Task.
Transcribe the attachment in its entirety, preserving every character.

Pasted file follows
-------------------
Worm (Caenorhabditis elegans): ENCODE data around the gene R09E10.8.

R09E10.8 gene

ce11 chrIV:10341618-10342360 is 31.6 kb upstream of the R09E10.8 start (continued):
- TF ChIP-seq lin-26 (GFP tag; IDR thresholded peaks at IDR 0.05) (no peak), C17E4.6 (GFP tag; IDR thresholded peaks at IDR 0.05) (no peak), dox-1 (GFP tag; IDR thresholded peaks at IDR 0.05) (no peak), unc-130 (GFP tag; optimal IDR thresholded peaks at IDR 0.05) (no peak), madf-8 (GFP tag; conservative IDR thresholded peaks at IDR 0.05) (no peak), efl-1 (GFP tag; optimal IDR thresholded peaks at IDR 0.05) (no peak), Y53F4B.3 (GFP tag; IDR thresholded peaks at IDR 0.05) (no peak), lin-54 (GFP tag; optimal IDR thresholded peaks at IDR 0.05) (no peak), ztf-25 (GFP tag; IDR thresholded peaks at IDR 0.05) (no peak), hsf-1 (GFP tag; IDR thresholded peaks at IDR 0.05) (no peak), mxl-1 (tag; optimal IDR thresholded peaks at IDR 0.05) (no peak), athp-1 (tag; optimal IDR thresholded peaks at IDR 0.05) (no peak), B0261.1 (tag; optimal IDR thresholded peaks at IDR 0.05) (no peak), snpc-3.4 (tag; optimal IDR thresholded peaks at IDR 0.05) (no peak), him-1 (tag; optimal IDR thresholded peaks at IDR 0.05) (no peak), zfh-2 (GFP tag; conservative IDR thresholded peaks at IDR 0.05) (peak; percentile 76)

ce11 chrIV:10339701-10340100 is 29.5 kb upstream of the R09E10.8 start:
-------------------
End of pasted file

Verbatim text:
Worm (Caenorhabditis elegans): ENCODE data around the gene R09E10.8.

R09E10.8 gene

ce11 chrIV:10341618-10342360 is 31.6 kb upstream of the R09E10.8 start (continued):
- TF ChIP-seq lin-26 (GFP tag; IDR thresholded peaks at IDR 0.05) (no peak), C17E4.6 (GFP tag; IDR thresholded peaks at IDR 0.05) (no peak), dox-1 (GFP tag; IDR thresholded peaks at IDR 0.05) (no peak), unc-130 (GFP tag; optimal IDR thresholded peaks at IDR 0.05) (no peak), madf-8 (GFP tag; conservative IDR thresholded peaks at IDR 0.05) (no peak), efl-1 (GFP tag; optimal IDR thresholded peaks at IDR 0.05) (no peak), Y53F4B.3 (GFP tag; IDR thresholded peaks at IDR 0.05) (no peak), lin-54 (GFP tag; optimal IDR thresholded peaks at IDR 0.05) (no peak), ztf-25 (GFP tag; IDR thresholded peaks at IDR 0.05) (no peak), hsf-1 (GFP tag; IDR thresholded peaks at IDR 0.05) (no peak), mxl-1 (tag; optimal IDR thresholded peaks at IDR 0.05) (no peak), athp-1 (tag; optimal IDR thresholded peaks at IDR 0.05) (no peak), B0261.1 (tag; optimal IDR thresholded peaks at IDR 0.05) (no peak), snpc-3.4 (tag; optimal IDR thresholded peaks at IDR 0.05) (no peak), him-1 (tag; optimal IDR thresholded peaks at IDR 0.05) (no peak), zfh-2 (GFP tag; conservative IDR thresholded peaks at IDR 0.05) (peak; percentile 76)

ce11 chrIV:10339701-10340100 is 29.5 kb upstream of the R09E10.8 start: